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Linger Longer Mobile Home Park gone, lot rezoned
The landowners say residents were relocated; their lawyer says, evicted.
By ELENA LESLEY, Times Staff Writer
Published October 4, 2007
TARPON SPRINGS - Two years ago, city commissioners shot down a request to rezone the Linger Longer Mobile Home Park because they worried development would displace residents.
Tuesday night, commissioners again considered the request. This time, they gave their approval.
Unlike two years ago, the residents who challenged development - and showed up en masse at the meeting - were nowhere to be found in City Hall.
Or at the park itself. The land has been scraped clean, with only a few telltale concrete trailer slabs peeking out from the grass.
Linger Longer's residents were all "successfully relocated," said Ed Armstrong, the attorney for the site's property owners.
Lawyer Christopher Kuhn has a different take on the exodus.
"They were evicted," said Kuhn, who represented park residents who opposed relocating. "They were forced out against their will."
Armstrong said he wasn't familiar with the specifics of the relocation. The property owners declined to comment.
What's important now is that the park is vacant and, given the commission's approval, prime for development, Armstrong said.
The land's previous zoning, which allowed only mobile home or RV parks, "dampened interest" in the property, he said. Of the 20 acres, about half sat in the city and half in the county, an arrangement that further complicated development.
At Tuesday's meeting, commissioners voted to annex the 10.19 acres outside the city and rezone the entire park medium-density residential, which will allow for about 250 units.
While the vote on annexation was unanimous, Commissioner Peter Dalacos voted against the rezoning because of density concerns.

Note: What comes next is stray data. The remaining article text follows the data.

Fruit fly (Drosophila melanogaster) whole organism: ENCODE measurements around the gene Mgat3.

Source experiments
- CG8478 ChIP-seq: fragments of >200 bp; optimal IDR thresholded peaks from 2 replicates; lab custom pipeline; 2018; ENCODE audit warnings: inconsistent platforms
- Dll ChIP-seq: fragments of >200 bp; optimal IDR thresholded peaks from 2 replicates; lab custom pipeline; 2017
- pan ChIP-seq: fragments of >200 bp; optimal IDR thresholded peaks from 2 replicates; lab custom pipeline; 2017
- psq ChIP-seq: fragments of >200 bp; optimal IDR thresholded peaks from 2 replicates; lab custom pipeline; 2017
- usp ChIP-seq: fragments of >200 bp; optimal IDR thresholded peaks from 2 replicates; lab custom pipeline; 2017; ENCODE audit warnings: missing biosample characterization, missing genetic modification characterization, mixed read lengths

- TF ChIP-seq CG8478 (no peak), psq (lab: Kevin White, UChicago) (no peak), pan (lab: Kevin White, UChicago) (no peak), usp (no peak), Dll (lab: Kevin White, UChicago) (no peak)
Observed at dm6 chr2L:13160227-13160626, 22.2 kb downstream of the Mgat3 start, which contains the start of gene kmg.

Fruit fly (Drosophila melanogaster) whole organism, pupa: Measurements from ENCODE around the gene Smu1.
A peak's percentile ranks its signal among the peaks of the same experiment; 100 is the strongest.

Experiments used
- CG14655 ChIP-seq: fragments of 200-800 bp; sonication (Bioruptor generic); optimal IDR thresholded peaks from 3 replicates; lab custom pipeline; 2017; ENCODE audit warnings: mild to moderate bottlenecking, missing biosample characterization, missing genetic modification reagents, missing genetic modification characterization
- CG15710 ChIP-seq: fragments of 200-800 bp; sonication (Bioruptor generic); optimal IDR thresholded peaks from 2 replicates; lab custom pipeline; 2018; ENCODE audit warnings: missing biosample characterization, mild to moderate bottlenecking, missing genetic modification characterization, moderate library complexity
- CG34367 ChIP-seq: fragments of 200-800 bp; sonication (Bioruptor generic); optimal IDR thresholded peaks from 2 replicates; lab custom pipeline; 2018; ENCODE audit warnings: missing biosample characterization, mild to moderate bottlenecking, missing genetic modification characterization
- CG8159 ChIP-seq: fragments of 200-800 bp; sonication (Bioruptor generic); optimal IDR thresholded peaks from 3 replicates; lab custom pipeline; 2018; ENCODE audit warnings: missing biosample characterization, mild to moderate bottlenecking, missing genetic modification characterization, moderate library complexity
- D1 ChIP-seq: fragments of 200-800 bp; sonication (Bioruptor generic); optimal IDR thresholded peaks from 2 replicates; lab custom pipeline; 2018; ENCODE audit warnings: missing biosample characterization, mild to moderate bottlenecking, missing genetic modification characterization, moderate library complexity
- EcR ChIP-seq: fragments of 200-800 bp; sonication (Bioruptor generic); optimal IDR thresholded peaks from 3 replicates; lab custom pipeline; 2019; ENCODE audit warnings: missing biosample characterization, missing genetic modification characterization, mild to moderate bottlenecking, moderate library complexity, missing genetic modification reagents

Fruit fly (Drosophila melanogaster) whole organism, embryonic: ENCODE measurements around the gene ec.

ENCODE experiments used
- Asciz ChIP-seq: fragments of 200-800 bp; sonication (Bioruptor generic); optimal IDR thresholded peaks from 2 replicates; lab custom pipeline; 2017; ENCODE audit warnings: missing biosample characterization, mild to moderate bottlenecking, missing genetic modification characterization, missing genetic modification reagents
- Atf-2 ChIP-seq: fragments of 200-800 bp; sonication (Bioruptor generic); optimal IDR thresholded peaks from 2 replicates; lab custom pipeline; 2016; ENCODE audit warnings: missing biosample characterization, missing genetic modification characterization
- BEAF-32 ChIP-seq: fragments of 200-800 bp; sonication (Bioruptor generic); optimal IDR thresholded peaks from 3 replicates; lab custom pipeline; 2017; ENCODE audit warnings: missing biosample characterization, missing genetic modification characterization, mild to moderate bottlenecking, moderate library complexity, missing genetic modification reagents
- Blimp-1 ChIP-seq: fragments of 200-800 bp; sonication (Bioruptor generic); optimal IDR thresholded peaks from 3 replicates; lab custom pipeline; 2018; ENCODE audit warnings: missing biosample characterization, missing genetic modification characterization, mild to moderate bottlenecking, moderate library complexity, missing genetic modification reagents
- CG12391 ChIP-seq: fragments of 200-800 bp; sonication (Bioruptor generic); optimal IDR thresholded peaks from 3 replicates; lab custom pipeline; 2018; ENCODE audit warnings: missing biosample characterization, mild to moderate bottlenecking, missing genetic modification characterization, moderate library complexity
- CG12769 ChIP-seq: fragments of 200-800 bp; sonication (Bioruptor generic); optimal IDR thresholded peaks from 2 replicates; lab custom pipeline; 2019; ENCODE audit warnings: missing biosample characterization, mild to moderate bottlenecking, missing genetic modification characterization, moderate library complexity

The property owners now "plan to actively market the land as a development community," Armstrong said.
Critics of the project say they wish that hadn't meant scattering the community who lived there.
"This isn't a pretty scenario," Kuhn said. "Money drives everything."
When the rezoning proposal came before the commission in 2005, nearly half of the park's roughly 100 residents showed up at City Hall, many speaking out against development.
"These are their homes; whether it's rich enough for me or you doesn't matter," Mayor Beverley Billiris said at the time. "Displacing people, I have a problem with. I'm not having it on my conscience."
After the defeat, Linger Longer's property owners told park residents to leave, Kuhn said. Some in the community hoped to raise funds to buy the park themselves, but most lived on modest incomes and couldn't match big development money.
Things got nasty. The homeowners association lodged a suit against the property owners. The property owners filed eviction lawsuits against individuals in the community.
Ultimately, the park residents "did not prevail" in court, Kuhn said.
In a parallel effort, middle school teacher Margaret Paschal was trying to save a community landmark, the park's clubhouse. Built in the 1920s, its cypress woodwork and arched doorways immediately captured the heart of the self-described "native Floridian Cracker girl."
This, too, was a lost cause.
Though Paschal claimed she found someone who could move the structure, she said it would have been a long and involved process.
Before it could get under way, the clubhouse was demolished.
"It was horrible," said Paschal, who was allowed to salvage some doors and decorative items from the structure.
After tearing down the clubhouse, workers began clearing out the rest of the park during the summer of 2006, she said. According to Kuhn, residents were not offered help in finding new homes.
He criticized commissioners for initially denying the rezoning request because of resident displacement, then approving it once they'd already been evicted.
"This way they don't have to look like the bad guys," Kuhn said.
But Commissioner Dalacos said whether or not the property owner went ahead with evictions was out of the commissioners' control.
Of the resident relocations he said: "It's not a relevant factor at this time since the property is vacant."